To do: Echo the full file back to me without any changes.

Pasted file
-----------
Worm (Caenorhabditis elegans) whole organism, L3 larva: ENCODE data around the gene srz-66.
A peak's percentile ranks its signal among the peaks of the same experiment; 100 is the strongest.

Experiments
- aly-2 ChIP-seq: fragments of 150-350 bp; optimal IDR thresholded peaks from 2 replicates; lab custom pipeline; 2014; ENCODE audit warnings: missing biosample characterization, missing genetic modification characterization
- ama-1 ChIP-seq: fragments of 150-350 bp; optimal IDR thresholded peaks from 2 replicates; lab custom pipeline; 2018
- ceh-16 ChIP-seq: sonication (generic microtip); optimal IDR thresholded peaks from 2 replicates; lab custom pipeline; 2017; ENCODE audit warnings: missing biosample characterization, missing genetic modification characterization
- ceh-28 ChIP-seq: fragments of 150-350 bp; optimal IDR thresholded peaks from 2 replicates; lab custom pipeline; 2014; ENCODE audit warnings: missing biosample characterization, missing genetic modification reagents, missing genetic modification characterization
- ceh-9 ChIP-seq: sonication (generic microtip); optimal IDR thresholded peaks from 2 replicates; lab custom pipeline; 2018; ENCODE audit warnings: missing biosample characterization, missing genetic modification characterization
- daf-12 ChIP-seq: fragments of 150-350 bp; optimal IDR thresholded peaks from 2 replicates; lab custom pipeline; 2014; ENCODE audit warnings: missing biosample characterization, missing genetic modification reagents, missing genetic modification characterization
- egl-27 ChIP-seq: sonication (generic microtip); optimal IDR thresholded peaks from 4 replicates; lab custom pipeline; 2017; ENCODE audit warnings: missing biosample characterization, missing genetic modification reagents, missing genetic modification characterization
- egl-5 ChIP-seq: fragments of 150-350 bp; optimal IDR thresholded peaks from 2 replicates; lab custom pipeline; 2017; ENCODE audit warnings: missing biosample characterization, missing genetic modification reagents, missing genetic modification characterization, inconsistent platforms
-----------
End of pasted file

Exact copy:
Worm (Caenorhabditis elegans) whole organism, L3 larva: ENCODE data around the gene srz-66.
A peak's percentile ranks its signal among the peaks of the same experiment; 100 is the strongest.

Experiments
- aly-2 ChIP-seq: fragments of 150-350 bp; optimal IDR thresholded peaks from 2 replicates; lab custom pipeline; 2014; ENCODE audit warnings: missing biosample characterization, missing genetic modification characterization
- ama-1 ChIP-seq: fragments of 150-350 bp; optimal IDR thresholded peaks from 2 replicates; lab custom pipeline; 2018
- ceh-16 ChIP-seq: sonication (generic microtip); optimal IDR thresholded peaks from 2 replicates; lab custom pipeline; 2017; ENCODE audit warnings: missing biosample characterization, missing genetic modification characterization
- ceh-28 ChIP-seq: fragments of 150-350 bp; optimal IDR thresholded peaks from 2 replicates; lab custom pipeline; 2014; ENCODE audit warnings: missing biosample characterization, missing genetic modification reagents, missing genetic modification characterization
- ceh-9 ChIP-seq: sonication (generic microtip); optimal IDR thresholded peaks from 2 replicates; lab custom pipeline; 2018; ENCODE audit warnings: missing biosample characterization, missing genetic modification characterization
- daf-12 ChIP-seq: fragments of 150-350 bp; optimal IDR thresholded peaks from 2 replicates; lab custom pipeline; 2014; ENCODE audit warnings: missing biosample characterization, missing genetic modification reagents, missing genetic modification characterization
- egl-27 ChIP-seq: sonication (generic microtip); optimal IDR thresholded peaks from 4 replicates; lab custom pipeline; 2017; ENCODE audit warnings: missing biosample characterization, missing genetic modification reagents, missing genetic modification characterization
- egl-5 ChIP-seq: fragments of 150-350 bp; optimal IDR thresholded peaks from 2 replicates; lab custom pipeline; 2017; ENCODE audit warnings: missing biosample characterization, missing genetic modification reagents, missing genetic modification characterization, inconsistent platforms